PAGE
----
We know that a lot of people come into publishing through a passion for writing and wanting to understand the industry they could go on to be published in, so this week author Janet O’Kane gives us a little insight to self-publishing her own work, while living in the Borders!
I self-published my first crime novel, No Stranger to Death, in November 2013 and now I’m preparing to do the same with its sequel. Actually, self-publishing is a misnomer in my case: I might do all the writing but I rely on the expertise of others to help me create a book I can be proud of. That said, the buck stops with me: if I don’t pull it all together, my book won’t get out there. It’s a formidable task, but although the process feels overwhelming at present, I have the comfort of knowing I’ve done it before. And the great thing about this time round is I have readers waiting to find out what happens next to the characters I’ve created.
While I was getting my first draft down, there was little to differentiate me from my traditionally published friends. I drank endless mugs of tea, tried to stay off the internet, and frequently took to the fields with my Border Collie to walk through tricky plot problems. But now I’m editing Too Soon a Death, I’m also planning the many other tasks — usually carried out by publishers on behalf of their authors — required to release it in both ebook and paperback formats. During the next couple of months I must be organised and methodical (qualities authors aren’t renowned for) and I’ll have to call on the business skills I learned before becoming a full-time writer.
Any type of planning usually revolves around a fixed date when something’s going to happen, whether you’re moving house, getting married or publishing a book. In my case, that deadline is when the designer I’ve chosen has committed to work on my book cover. By then, Too Soon a Death must have been edited, polished, proofread and formatted into its final form — size isn’t an issue for an ebook but a paperback’s cover must fit its contents. Seeing No Stranger to Death’s cover for the first time was one of the best moments of my writing life and I’m looking forward to discovering what the designer does with its sequel. Now, though, I have several more actions on my To Do list: provide her with information such as a synopsis (I’ve not met an author yet who likes writing those), images and back-cover blurb.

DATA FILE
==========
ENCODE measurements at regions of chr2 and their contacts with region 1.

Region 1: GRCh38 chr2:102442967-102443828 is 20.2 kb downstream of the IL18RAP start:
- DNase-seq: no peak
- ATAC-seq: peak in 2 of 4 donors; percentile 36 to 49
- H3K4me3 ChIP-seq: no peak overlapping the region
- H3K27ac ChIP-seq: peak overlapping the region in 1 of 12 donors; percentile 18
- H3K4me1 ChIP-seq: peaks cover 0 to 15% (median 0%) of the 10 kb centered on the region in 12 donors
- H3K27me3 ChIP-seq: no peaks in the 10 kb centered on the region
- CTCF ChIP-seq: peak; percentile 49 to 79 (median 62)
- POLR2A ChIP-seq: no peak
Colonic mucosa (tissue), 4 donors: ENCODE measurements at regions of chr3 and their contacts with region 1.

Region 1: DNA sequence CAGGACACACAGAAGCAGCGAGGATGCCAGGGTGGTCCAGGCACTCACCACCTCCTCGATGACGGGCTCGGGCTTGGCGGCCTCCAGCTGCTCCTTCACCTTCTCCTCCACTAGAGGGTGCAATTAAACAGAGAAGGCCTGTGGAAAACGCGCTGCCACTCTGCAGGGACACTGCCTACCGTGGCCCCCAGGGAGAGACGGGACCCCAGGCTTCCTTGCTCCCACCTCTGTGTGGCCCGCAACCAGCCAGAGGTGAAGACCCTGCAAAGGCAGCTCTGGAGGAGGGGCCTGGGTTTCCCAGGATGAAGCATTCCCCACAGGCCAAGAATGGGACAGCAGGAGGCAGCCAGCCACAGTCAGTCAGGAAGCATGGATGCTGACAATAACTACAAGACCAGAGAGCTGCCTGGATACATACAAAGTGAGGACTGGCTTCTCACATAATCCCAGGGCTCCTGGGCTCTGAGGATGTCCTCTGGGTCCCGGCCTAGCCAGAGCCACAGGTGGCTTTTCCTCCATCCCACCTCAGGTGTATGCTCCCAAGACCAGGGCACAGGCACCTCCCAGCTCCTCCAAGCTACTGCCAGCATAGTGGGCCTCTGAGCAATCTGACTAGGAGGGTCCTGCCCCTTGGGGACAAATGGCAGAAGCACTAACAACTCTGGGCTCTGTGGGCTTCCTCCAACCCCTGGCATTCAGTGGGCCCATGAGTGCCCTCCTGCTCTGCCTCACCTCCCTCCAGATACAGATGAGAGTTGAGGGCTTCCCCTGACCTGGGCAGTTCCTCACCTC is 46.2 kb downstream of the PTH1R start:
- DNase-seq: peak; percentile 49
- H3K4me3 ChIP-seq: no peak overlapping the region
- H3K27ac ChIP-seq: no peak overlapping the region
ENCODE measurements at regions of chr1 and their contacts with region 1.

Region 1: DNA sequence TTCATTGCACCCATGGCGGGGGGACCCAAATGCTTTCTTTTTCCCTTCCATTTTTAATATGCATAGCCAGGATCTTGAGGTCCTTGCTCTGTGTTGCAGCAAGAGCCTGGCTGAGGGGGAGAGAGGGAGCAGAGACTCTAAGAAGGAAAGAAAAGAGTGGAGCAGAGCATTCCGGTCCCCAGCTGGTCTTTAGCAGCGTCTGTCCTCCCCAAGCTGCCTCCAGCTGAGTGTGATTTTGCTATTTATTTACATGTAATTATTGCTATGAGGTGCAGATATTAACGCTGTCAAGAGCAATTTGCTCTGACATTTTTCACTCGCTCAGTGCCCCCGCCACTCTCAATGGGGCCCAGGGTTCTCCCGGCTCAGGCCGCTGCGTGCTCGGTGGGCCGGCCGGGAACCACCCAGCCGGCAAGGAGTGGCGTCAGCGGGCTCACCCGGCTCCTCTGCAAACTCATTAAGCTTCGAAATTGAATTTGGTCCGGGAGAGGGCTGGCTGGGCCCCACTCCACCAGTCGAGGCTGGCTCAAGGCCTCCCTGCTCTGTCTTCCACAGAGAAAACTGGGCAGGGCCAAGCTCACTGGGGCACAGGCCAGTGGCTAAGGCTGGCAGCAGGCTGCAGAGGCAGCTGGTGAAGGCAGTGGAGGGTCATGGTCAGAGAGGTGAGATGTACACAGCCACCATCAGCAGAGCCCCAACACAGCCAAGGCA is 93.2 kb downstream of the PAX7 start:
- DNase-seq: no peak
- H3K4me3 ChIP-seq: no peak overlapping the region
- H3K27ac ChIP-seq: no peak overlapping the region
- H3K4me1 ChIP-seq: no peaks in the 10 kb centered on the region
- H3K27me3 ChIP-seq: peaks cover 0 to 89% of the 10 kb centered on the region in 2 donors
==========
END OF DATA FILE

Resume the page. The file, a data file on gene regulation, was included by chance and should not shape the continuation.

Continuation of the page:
This week I’ve sent my unpolished manuscript to my beta-readers, two friends I met through Twitter whose opinions and ability to be brutally honest I trust a lot. They will give me feedback on the book’s structure, identifying any plot holes and commenting on how well the story flows. It’s my choice how much or little of their recommendations I incorporate into my manuscript, but I’d be a fool to ignore them.
I have also booked the services of a proof-reader, who’ll be checking my manuscript for all sorts of errors, from typos and misspellings to inconsistent tenses. Probably the biggest criticism of self-publishing is on the grounds of poor quality, and as a keen reader myself I know there’s nothing more likely to put me off a book than frequent, avoidable errors. The same applies to the layout and formatting of books: issues like irregular spacing and inconsistent indentations sound trivial but can spoil the reading experience. So another vital member of my support team is a professional formatter, and she’s now scheduled in, after the proof-reading stage.
This probably sounds really boring (and I haven’t even mentioned how you actually upload books to retailers’ websites). An author is an artist who shouldn’t be expected to deal with all the routine stuff, surely? Well, if you just want to write, maybe self-publishing isn’t for you, and there are other routes to go down. That’s the great thing about publishing these days: we have choices.
Rest assured, there are wonderful aspects to being a self-published author, and those are . . . readers. They buy my books or borrow them from libraries, leave reviews, contact me by email or via social media, even approach me in the street to ask when my next book is out. I may not have the status of writing for a major publishing house, and I’m certainly not going to get rich on my sales. But reaching readers was my goal, and self-publishing has enabled me to achieve that.